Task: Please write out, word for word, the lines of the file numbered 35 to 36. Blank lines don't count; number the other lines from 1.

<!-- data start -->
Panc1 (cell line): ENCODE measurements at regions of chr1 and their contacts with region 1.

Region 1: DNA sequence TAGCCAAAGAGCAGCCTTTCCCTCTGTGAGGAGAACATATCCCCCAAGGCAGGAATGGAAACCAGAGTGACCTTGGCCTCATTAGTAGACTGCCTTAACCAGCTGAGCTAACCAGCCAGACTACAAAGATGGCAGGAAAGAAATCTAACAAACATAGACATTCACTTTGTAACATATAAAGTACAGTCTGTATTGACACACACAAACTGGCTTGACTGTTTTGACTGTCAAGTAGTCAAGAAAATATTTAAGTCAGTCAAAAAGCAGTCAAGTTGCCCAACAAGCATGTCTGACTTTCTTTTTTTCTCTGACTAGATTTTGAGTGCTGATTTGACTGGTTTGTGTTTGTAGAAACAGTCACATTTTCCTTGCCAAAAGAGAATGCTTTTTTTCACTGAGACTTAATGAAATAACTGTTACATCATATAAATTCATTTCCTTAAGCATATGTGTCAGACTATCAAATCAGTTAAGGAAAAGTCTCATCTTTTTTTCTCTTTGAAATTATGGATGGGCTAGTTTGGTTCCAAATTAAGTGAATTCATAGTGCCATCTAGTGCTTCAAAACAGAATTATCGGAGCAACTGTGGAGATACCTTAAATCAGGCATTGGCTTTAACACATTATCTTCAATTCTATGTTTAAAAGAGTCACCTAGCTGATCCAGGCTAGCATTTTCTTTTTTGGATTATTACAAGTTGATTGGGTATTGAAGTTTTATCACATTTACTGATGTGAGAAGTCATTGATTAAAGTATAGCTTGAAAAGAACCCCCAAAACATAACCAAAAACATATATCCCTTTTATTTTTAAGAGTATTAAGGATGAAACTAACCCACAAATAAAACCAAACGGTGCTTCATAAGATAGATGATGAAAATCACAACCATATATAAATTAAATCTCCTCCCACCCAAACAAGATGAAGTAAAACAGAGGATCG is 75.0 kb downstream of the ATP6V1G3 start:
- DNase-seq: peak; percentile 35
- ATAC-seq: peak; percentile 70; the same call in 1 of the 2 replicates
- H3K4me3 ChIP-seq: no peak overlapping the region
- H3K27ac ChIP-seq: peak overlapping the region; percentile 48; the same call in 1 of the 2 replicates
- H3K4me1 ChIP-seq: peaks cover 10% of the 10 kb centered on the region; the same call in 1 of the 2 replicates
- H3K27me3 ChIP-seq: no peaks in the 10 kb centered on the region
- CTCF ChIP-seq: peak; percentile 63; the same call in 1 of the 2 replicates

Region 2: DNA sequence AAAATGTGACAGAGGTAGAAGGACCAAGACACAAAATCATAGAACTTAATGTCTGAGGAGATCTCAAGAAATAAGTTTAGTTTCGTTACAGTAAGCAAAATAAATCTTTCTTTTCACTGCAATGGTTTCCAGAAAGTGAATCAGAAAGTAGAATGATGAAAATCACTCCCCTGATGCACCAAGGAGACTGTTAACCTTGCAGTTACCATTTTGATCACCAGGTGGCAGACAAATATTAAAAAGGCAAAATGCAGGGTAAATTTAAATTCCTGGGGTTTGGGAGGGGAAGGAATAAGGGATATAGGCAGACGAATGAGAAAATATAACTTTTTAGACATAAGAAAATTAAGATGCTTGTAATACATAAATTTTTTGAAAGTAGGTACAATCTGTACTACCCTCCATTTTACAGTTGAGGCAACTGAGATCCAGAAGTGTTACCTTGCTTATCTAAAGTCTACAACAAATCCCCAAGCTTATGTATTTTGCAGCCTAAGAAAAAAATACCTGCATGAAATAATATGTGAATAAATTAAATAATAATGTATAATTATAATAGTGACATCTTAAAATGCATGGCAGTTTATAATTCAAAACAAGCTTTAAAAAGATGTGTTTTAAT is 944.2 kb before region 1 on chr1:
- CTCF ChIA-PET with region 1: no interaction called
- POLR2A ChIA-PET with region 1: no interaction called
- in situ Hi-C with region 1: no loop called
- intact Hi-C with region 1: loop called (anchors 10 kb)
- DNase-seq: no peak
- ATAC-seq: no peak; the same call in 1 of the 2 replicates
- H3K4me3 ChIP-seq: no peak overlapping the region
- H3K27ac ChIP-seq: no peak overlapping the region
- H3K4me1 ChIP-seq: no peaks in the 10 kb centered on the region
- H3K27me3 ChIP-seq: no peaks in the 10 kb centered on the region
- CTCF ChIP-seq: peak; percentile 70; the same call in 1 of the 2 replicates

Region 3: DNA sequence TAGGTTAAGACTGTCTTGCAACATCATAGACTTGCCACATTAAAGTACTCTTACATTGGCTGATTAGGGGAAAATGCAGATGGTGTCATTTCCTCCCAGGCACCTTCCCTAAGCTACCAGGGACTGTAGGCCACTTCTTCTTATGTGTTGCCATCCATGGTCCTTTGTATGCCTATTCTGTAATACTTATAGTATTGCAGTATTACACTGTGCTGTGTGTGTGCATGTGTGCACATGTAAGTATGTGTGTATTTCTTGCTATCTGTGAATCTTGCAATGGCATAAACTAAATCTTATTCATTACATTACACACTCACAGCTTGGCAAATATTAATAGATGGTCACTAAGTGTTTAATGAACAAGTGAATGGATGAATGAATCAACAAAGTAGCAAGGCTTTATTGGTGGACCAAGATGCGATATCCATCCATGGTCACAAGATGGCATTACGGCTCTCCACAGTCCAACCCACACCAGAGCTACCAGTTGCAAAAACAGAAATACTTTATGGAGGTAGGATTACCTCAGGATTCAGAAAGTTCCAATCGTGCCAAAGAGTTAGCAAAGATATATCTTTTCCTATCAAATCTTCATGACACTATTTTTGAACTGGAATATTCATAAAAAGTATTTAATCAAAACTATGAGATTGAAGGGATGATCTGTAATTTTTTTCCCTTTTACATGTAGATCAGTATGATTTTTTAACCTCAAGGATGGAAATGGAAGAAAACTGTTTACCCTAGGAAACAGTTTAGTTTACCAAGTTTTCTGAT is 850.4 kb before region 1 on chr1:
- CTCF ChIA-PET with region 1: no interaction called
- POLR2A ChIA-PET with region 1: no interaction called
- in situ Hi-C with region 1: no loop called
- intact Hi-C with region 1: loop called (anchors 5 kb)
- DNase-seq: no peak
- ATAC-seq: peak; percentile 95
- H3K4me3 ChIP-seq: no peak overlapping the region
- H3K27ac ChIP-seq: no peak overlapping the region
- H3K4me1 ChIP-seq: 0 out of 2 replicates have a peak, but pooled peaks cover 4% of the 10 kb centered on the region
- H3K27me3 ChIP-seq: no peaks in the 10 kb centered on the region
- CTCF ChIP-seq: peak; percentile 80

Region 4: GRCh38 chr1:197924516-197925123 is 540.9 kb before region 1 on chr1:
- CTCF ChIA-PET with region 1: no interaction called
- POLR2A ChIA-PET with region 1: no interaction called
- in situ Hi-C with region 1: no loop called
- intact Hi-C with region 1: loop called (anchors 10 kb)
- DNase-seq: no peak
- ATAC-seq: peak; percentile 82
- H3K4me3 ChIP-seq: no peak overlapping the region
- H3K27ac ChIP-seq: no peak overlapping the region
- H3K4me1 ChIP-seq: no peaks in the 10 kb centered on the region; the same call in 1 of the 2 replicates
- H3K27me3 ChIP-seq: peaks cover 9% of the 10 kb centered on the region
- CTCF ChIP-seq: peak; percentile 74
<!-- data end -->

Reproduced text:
- CTCF ChIA-PET with region 1: no interaction called
- POLR2A ChIA-PET with region 1: no interaction called